ETFs vs. pooled investments

Pooled investment funds aggregate many individual investments into one large investment, allowing investors to benefit from economies of scale. This allows individual investors to gain wide exposure by bundling securities together and managers benefit from decreased transaction costs through large transactions with pooled capital. Mutual funds, hedge funds, ETFs and pension funds are all examples of pooled investments.

The pooled fund is professionally managed by experienced financial professionals who try to deliver the highest potential return for their investors. The most common pooled investment fund is a mutual fund, which is actively managed and contains a large number of securities.

Unlike mutual funds, ETFs can be traded on the stock market like shares but mutual funds can only be purchased after the market shuts, based on the calculated price. As a result,, EtFs are viewed as more liquid than mutual funds. ETFs are also passively managed, meaning that their performance is pegged to a specific market index. Some people prefer mutual funds because they are actively managed and investors can rely on the professional manager to build a sound portfolio, rather than following a market index.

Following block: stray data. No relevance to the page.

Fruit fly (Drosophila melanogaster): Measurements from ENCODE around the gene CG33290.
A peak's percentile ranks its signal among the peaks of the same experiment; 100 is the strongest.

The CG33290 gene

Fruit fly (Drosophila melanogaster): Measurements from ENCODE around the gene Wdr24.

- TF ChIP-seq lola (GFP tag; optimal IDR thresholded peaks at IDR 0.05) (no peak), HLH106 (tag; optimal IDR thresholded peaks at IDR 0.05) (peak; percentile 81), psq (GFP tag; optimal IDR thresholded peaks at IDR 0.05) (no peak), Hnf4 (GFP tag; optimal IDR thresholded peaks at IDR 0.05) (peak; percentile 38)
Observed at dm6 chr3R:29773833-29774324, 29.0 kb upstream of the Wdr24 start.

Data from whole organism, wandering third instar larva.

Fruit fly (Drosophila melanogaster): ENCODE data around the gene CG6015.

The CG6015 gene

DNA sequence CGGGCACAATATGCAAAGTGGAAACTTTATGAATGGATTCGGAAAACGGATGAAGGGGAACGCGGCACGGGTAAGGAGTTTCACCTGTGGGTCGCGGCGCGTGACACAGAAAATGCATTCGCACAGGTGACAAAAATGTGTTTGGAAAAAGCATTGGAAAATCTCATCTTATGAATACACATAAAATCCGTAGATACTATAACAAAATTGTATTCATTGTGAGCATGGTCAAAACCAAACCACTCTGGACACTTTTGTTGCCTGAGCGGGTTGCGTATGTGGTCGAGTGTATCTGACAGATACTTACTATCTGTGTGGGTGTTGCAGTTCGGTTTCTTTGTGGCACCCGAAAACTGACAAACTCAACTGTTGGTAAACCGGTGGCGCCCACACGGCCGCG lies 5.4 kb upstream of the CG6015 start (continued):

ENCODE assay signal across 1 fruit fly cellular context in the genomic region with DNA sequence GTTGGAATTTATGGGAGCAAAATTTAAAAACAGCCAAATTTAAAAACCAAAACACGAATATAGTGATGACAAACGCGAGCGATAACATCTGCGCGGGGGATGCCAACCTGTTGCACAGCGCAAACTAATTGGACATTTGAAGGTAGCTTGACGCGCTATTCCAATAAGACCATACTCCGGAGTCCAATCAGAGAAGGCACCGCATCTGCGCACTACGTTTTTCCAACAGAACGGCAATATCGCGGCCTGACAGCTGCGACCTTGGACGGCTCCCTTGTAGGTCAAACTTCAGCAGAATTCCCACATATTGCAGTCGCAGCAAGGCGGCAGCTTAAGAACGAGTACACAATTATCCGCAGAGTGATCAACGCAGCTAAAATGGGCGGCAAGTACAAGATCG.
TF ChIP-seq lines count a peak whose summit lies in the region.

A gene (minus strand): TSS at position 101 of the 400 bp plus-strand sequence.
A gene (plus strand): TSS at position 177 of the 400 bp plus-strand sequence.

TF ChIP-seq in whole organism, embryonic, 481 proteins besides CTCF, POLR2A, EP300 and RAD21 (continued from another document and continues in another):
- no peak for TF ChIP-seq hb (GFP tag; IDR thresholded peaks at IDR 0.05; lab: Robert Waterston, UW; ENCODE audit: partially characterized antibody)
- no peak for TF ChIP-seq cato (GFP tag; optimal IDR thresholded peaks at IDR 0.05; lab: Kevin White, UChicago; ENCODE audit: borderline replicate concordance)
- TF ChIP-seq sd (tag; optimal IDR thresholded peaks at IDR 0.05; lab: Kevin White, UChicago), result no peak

Mutual funds are known for having higher fees and expenses than ETFs because of the higher costs associated with managing an active fund such as manpower and trading fees. ETFs on the other hand are passive investments which require less rebalancing and less labor hours.

ETFs offer tax advantages to investors too since passively managed portfolios realize fewer capital gains than actively managed mutual funds.